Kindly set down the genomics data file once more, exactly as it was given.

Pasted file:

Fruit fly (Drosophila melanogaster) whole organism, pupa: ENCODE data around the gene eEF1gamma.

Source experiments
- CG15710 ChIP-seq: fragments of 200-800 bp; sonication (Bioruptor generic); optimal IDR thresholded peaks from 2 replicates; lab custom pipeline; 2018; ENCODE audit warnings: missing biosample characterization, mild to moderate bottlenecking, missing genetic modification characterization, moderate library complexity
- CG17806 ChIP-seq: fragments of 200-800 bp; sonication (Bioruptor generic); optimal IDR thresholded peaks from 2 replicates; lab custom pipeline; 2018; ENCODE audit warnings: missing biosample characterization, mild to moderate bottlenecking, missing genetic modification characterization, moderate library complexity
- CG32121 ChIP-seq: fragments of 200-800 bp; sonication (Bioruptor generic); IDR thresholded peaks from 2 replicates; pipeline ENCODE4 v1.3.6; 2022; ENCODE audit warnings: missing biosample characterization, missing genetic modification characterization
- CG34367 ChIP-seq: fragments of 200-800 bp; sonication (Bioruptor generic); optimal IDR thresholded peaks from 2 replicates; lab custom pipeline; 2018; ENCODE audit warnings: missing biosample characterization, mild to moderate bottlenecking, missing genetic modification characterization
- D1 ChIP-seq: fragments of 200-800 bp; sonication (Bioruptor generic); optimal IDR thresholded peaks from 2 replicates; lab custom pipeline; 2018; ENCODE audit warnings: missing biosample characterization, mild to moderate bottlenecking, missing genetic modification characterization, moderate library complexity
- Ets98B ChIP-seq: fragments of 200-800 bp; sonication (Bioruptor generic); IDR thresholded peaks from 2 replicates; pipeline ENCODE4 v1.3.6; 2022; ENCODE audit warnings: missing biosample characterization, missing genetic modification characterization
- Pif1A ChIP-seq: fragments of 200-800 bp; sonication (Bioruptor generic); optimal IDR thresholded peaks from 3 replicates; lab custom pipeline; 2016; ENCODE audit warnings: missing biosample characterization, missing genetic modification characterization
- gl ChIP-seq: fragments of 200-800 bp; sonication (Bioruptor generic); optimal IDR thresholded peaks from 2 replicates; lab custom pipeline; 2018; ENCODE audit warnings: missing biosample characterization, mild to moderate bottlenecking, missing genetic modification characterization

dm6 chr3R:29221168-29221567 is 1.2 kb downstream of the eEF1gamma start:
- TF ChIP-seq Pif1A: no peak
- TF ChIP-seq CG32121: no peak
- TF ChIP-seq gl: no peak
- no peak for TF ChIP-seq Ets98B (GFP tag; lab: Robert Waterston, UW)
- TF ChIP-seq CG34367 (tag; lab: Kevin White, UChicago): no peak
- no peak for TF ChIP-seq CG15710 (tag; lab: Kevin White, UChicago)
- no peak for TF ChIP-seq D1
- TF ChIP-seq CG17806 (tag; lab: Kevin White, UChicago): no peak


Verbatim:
Fruit fly (Drosophila melanogaster) whole organism, pupa: ENCODE data around the gene eEF1gamma.

Source experiments
- CG15710 ChIP-seq: fragments of 200-800 bp; sonication (Bioruptor generic); optimal IDR thresholded peaks from 2 replicates; lab custom pipeline; 2018; ENCODE audit warnings: missing biosample characterization, mild to moderate bottlenecking, missing genetic modification characterization, moderate library complexity
- CG17806 ChIP-seq: fragments of 200-800 bp; sonication (Bioruptor generic); optimal IDR thresholded peaks from 2 replicates; lab custom pipeline; 2018; ENCODE audit warnings: missing biosample characterization, mild to moderate bottlenecking, missing genetic modification characterization, moderate library complexity
- CG32121 ChIP-seq: fragments of 200-800 bp; sonication (Bioruptor generic); IDR thresholded peaks from 2 replicates; pipeline ENCODE4 v1.3.6; 2022; ENCODE audit warnings: missing biosample characterization, missing genetic modification characterization
- CG34367 ChIP-seq: fragments of 200-800 bp; sonication (Bioruptor generic); optimal IDR thresholded peaks from 2 replicates; lab custom pipeline; 2018; ENCODE audit warnings: missing biosample characterization, mild to moderate bottlenecking, missing genetic modification characterization
- D1 ChIP-seq: fragments of 200-800 bp; sonication (Bioruptor generic); optimal IDR thresholded peaks from 2 replicates; lab custom pipeline; 2018; ENCODE audit warnings: missing biosample characterization, mild to moderate bottlenecking, missing genetic modification characterization, moderate library complexity
- Ets98B ChIP-seq: fragments of 200-800 bp; sonication (Bioruptor generic); IDR thresholded peaks from 2 replicates; pipeline ENCODE4 v1.3.6; 2022; ENCODE audit warnings: missing biosample characterization, missing genetic modification characterization
- Pif1A ChIP-seq: fragments of 200-800 bp; sonication (Bioruptor generic); optimal IDR thresholded peaks from 3 replicates; lab custom pipeline; 2016; ENCODE audit warnings: missing biosample characterization, missing genetic modification characterization
- gl ChIP-seq: fragments of 200-800 bp; sonication (Bioruptor generic); optimal IDR thresholded peaks from 2 replicates; lab custom pipeline; 2018; ENCODE audit warnings: missing biosample characterization, mild to moderate bottlenecking, missing genetic modification characterization

dm6 chr3R:29221168-29221567 is 1.2 kb downstream of the eEF1gamma start:
- TF ChIP-seq Pif1A: no peak
- TF ChIP-seq CG32121: no peak
- TF ChIP-seq gl: no peak
- no peak for TF ChIP-seq Ets98B (GFP tag; lab: Robert Waterston, UW)
- TF ChIP-seq CG34367 (tag; lab: Kevin White, UChicago): no peak
- no peak for TF ChIP-seq CG15710 (tag; lab: Kevin White, UChicago)
- no peak for TF ChIP-seq D1
- TF ChIP-seq CG17806 (tag; lab: Kevin White, UChicago): no peak